PricewaterhouseCoopers head of public affairs Chris Lowe, notes that
despite the pressure for change some things stay the same: 'The
discipline is still about getting the right message to the right person
at the right time. The volume of correspondence is now far higher so
you've got to try that bit harder to get your message across.' Lowe
adds: 'I've been doing public affairs for 12 years and have never used a
PA consultancy to advocate on behalf of a company.' As far as client
companies are concerned, those that PRWeek spoke to were emphatic that
as more of them practise public affairs and integrate it with other
communications disciplines, 'traditional' advocacy is dying, if not
Integrated public affairs campaigns may be the order of the day but it
could be more the result of a global trend than any direct reaction to
the current UK government. Certainly, ministers are more paranoid about
media coverage than any previous administration - witness the Jo Moore
scandal in recent weeks. But there is also a wider recognition of the
need for companies and organisations to manage their reputations.
The Sunday Times political editor -in-waiting David Cracknell believes
the Government's massive majority has had an impact on the process:
'It's definitely changed and the media has become much more important.'
Whereas in the past a backbench MP could ruffle a lot of feathers by
making a few noises, nowadays PA specialists recognise they may gain
more of an effect through the media.
Cracknell suggests lobbyists have more of a part to play in the PR
process and regularly push to get stories on the front page, knowing
that ministers will take note.
Not surprisingly, few journalists believe the power of the media has
declined. However, The Sunday Telegraph political editor Joe Murphy does
note that some ministers seem to favour a clear, well-defined briefing
from a good lobbyist than having an issue raised through the press:
'This government loves lobbyists, it likes campaigns boiled down to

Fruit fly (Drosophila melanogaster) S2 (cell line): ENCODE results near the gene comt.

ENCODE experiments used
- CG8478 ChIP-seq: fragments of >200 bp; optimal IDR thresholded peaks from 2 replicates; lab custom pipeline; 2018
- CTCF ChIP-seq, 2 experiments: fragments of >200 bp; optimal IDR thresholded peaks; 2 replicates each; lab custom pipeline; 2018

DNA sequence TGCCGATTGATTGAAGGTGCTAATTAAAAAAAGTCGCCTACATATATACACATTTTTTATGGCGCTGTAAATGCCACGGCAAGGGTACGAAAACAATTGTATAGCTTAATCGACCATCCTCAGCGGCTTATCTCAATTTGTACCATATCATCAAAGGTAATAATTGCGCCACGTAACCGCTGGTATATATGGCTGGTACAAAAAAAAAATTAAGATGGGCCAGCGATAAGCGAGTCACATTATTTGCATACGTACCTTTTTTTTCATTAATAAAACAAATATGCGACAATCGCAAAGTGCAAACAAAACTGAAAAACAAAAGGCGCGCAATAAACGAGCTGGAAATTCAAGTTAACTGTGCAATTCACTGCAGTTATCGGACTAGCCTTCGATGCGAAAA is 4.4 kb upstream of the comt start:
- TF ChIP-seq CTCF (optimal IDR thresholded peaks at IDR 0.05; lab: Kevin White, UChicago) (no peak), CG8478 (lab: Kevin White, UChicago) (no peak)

simple positions and well-briefed argument. It's a government of
lawyers.' He believes that sometimes that can mean that journalists are
shut out of a process in which they would have previously been included
- with handshakes, rather than off-the-record press briefings, having
the desired affect on government. 'Some of the big firms are not using
those guys (lobbyists) to generate press stories so much as using them
to maintain access.'
That being the case advocacy is anything but dead and buried. Still,
there are plenty of journalists willing to acknowledge the growing use
of the media by PA practitioners. Rebecca Smithers, The Guardian
education correspondent, believes companies, organisations and their
consultants have become adept at spinning their story away from
specialist journalists towards the lobby correspondent. The idea is that
the generalist political journalists may be less knowledgeable on the
subject in question and so more likely to cover it. She should know -
she was formerly one of the parliamentary gang herself.
Such a targeted approach doesn't mean the vast majority of PR and PA
practitioners have become any more adept at sending their releases to
the correct journalists. It's an age-old complaint, echoed by MPs, but
e-mail has made the problem more acute. Murphy, Cracknell and Smithers
all raise the issue without any prompting.
The consensus is that the current government loves lobbyists and that
advocacy is by no means dead, but as it pays more heed to the media than
before that the media are being increasingly targeted by PA specialists.